Professional sports are often surrounded in controversy. More times than not this involves the officials in one form or another. There has been one professional league, Major League Baseball, that has been particularly stubborn in upholding its original rules. It's arguably an admirable quality to the sport that some would argue is ignorant and outdated. The latest controversy involving Detroit Tigers pitcher Armando Galarraga and Major League umpire Jim Joyce has put the dated rules in the MLB under a microscope yet again. With a spotlight on it. In the 9th inning, with 2 outs, Armando Galarraga was one out away from being only the 21st player in Major League Baseball history to record a perfect game (no hits, no walks, no base runners given up). The final batter hit a rather routine ground ball to the first baseman who threw just in time to first with Galarraga covering to secure his perfect game. Or so they thought... Jim Joyce called the runner safe. Replays showed immediately after that the runner was clearly out. And thus begins the latest controversy in a league plagued by bad calls in recent years.
Check it out right here:
There was one striking difference between this controversial call and those in the past. The umpire apologized as soon as he saw the replay. This incident has no doubt been harder on the umpire than it was on the player. The very next game, Jim Joyce could hardly keep himself together as he took the field. He fought back tears as Galarraga walked onto the field to deliver the lineup card to the umpire, demonstrating to Joyce that he had moved on.
At first fans and commentators alike were calling for the baseball commissioner, Bud Selig, to overturn the call and award Galarraga his perfect game. It didn't take long for the commissioner to rule that the call will stand. No perfect game. He did however express his regret that the call was blown. Little consolation to either Galarraga or Joyce.
This all leads to the obvious question, why isn't instant replay being used in baseball? Well, it is. But only for borderline home run calls. And the league was hesitant to even include that. It appears that this latest embarrassment to MLB may have been the brick that broke the camels back. The commissioner has finally decided to address the idea of what many believe to be instant replay. The question is, is it worth it?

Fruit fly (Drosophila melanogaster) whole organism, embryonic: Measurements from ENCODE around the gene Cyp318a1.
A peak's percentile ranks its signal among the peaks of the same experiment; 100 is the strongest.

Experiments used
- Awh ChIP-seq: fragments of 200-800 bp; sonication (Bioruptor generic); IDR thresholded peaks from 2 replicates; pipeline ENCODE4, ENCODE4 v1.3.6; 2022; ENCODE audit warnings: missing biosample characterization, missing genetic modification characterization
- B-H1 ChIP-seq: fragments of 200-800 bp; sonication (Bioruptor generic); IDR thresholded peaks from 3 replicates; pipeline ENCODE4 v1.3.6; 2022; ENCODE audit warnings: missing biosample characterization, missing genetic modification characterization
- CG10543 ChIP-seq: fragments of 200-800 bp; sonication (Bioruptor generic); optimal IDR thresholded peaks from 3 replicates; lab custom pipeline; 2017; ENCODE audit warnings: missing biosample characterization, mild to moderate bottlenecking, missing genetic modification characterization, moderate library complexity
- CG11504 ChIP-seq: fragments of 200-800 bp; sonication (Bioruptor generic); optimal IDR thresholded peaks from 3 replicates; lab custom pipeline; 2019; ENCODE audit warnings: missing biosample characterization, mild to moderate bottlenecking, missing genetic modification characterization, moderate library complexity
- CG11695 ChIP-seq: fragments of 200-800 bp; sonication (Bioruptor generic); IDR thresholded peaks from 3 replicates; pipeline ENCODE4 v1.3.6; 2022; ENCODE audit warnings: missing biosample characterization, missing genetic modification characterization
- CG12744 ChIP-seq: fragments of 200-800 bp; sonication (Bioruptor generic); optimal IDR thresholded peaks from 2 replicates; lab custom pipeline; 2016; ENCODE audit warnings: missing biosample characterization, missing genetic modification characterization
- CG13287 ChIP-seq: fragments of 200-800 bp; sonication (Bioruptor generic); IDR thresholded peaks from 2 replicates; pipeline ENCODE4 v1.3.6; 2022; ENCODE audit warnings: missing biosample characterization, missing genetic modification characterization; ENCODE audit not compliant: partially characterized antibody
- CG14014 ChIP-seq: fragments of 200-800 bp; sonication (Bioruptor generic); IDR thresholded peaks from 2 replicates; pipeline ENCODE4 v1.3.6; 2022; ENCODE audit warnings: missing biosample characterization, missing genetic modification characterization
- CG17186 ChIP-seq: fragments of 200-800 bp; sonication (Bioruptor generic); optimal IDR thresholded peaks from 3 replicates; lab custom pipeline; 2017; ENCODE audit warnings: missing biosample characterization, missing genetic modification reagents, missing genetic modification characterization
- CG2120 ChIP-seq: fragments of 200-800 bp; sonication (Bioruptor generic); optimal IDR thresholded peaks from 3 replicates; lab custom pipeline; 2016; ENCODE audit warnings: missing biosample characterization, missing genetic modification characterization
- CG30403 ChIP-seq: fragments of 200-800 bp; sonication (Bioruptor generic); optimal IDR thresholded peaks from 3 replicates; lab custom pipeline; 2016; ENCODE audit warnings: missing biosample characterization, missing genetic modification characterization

There are two sides to that argument. The long standing tradition in baseball has been that the human element in the imperfection that is umpiring is a part of the game. Others argue that we have the technology, why not do whatever it takes to make sure there are no more missed calls with historic consequences? It's easy for the younger generation to be on board with instant replay because many of us have grown up in the age of high definition, instant replay, and 20 camera angles for every play. The older generation has a different appreciation for the raw, natural feel of the game.
It's a battle of tradition vs. modernization. Which is better? In a field like medicine that's a no brainer. But when it comes to a game with no significant impact on the general public it gets more complicated. In the end, an umpire's career is tainted, a player lost his shot at history, and everyone is left feeling unsatisfied, and in some cases, devastated. The commissioner made a decision consistent with positions he has taken in the past. Will the game be changed because of this incident? It appears likely. Will we like what we get? Stay tuned for that.